What would it take to build free associations that still associated– for what is the worth of “free association” if we don’t have the depth of genuine interdependence that associates us?

Story of (de)Centered.

When one initiates a blog, it is important to put some context around where the words are coming from– who is this person, why is this topic important to them and where do they locate themselves in the conversation? While no blog aiming to be less than 1000 words (already too much) could cover a human story, this is a start. Future blogs will fill in the rest.

My name is Samantha. I’m from Moreno Valley, CA.

I first became interested in ministry during high school. As a youth I attended leadership development camps and summer/winter camps at our local Unitarian Universalist camp, deBenneville Pines. My activism was formed by an alchemy of mentors, make-shift leadership positions, our high school “Anti-Hate” Club and 9-11. I was a freshman in high school when the twin towers fell, and I was awakened to how little I knew of the world outside of Moreno Valley—particularly about my Muslim brothers and sisters.

When I announced my desire to become a minister, my mentor at the time was less than thrilled; “The church is too small for you,” he said, “you need to be in the world.”

I attended my undergrad at UC Riverside and committed myself to Religious Studies and Global Studies. My college sweetheart and I ultimately went off to India together to study abroad and India had much to teach us—I was medically evacuated with an unknown illness that mimicked malaria, lived in a beautiful city (Hyderabad) that had experienced a terrorist attack and ultimately broke up with my partner. India kicked me out.

Rightfully so. Ivan Illich has something say about privileged folks using volun-tourism, no matter the “good intention,” only to realize their own powerlessness. Although I was a student, my ultimate realization was how little I knew, how fragile I was and how ultimately unprepared young people my age were to be in transnational dialogue that did not perpetuate the same oppressive frameworks as our colonial  ancestors. These are lessons anti-racism communities have already formed, but have yet been taken to the transnational context– where nationality, mobility and history matters in different and similar ways.

It was not a matter of “stop doing global work” (as some local activists told me), because the choice of having global impacts on other lives is the ultimate illusion—our choices do have an impact. And if we were not talking to each other to care for our world then evangelist missionaries, corporations and governments would do the talking for us—we had to dialogue, but we had to do it in a better way.

I applied for funding upon my return to start what was supposed to be a small, one-year project—a transnational youth leadership experiment that named leadership as acting in ways relevant to local communities and in dialogue with global peers, inspired by Paulo Freire’s Pedagogy of the Oppressed. The Child Leader Project (CLP) organically grew into its own non-profit, becoming one of my primary learning spaces of spirituality, community and connection over the next five years. In 2013 I stepped down from leadership into a support role to the USA- and Indian-based leaders who continue to this day in youth organizing that creates the container to hold young people in reflecting, connecting, dialoguing and acting in the world.

For me, this was how we “know” something—we live into it. In collaboration with the Vice Provost of Undergraduate Education, I drafted a proposal for a community-based participatory action research office at the University of California-Riverside to institutionalize this way of “knowing”. The goal was to mentor undergraduate students to connect with community organizations on projects that matter to the non-profits and their community members. The best education was praxis (reflection-action) oriented: requiring a reflective mind and curious intellect, but ultimately a body that was willing to show up, listen deeply, speak from the heart and be changed.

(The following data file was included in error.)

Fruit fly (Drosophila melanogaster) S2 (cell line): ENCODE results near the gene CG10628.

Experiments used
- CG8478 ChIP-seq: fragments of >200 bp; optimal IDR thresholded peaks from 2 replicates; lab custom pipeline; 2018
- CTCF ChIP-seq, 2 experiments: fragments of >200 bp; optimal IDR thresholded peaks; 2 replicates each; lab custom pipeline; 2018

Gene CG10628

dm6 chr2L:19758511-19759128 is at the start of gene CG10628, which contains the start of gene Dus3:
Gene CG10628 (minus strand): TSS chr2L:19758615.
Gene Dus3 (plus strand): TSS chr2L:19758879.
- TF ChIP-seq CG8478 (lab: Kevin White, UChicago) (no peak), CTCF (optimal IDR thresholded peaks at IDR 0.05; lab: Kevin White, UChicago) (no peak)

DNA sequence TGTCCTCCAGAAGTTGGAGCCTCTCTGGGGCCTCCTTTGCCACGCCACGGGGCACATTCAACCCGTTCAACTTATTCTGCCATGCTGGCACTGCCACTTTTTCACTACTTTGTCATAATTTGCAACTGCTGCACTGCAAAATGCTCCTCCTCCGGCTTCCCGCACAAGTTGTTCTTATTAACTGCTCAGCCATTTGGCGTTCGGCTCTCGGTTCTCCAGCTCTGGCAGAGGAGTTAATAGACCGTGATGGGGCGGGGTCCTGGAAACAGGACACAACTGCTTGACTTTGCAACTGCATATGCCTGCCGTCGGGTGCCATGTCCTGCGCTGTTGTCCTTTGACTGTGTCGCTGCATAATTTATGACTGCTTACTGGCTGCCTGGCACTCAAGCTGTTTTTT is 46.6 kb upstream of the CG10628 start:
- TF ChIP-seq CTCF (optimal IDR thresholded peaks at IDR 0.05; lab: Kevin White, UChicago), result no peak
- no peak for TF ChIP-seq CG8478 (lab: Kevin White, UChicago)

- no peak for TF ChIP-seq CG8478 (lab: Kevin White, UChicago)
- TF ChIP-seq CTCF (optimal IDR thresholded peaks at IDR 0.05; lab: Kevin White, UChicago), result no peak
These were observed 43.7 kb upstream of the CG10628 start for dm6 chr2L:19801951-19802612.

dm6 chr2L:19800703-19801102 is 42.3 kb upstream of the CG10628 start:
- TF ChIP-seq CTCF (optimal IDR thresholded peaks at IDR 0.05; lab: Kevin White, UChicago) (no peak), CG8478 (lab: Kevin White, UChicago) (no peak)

Two years at a research university quickly reminded me of the message from my high school mentor. Was this enough? I was negotiating the tensions of the “hard sciences” with a community- and student-centered model of research as uncovering new knowledge(s) through honoring the experience of the individual or the community. I knew I needed to be learning, teaching and practicing in communities where the words “love” and “justice” were taken as seriously as “qualitative” and “quantitative”—and where does one do that? Was that at the public university as a professor, in the parish as a minister, on the street as an activist, in the home as a member of a family or community or environment?

By then, at age 24, I applied to and was accepted at Claremont School of Theology for my Master of Divinity. I wasn’t sure if ordained UU ministry was the specific calling, but I knew it pointed to something— it named my hunger to be in the world as a thoughtful, action-oriented and healing presence.

At 26, I find myself writing this blog. Having worked within multiple non-profits—from faith-based to social service-oriented—as well as directing my own, I know the struggle and the joy of organizing around a mission, meeting some goals and missing the mark on others. Having served in parishes, youth ministry, preaching as a guest or developing curriculum on spiritual activism, I know the desire for faith movements to be relevant and yet deeply rooted to their past, to provide a framework of meaning-making in an awesome and awful world. Having worked in the university as a student, researcher and director—I know the joys of learning and the necessity for access to knowledge but the dangers of knowledge narrowly defined, definitions codified and truth canonized to exclude. As a new with my incredible husband, I am learning what it means to be in relationship, to craft a kin of intention, negotiate in-laws or family members who disapprove of me as well as reclaim those relationships that are life-giving and need tending.

This is where I am learning what it means to minister, to attend to the world—beginning with my own, and spiraling outward. I learn in my skin, centered. I learn from others, decentered beyond my own experience, my own ancestors, my own context.

This blog is a reflection of what I have learned, what I am learning and all the things I do not know about what it means to be a de-centered activist hungry for wholeness. I look forward to sharing, dialoguing and being changed with you!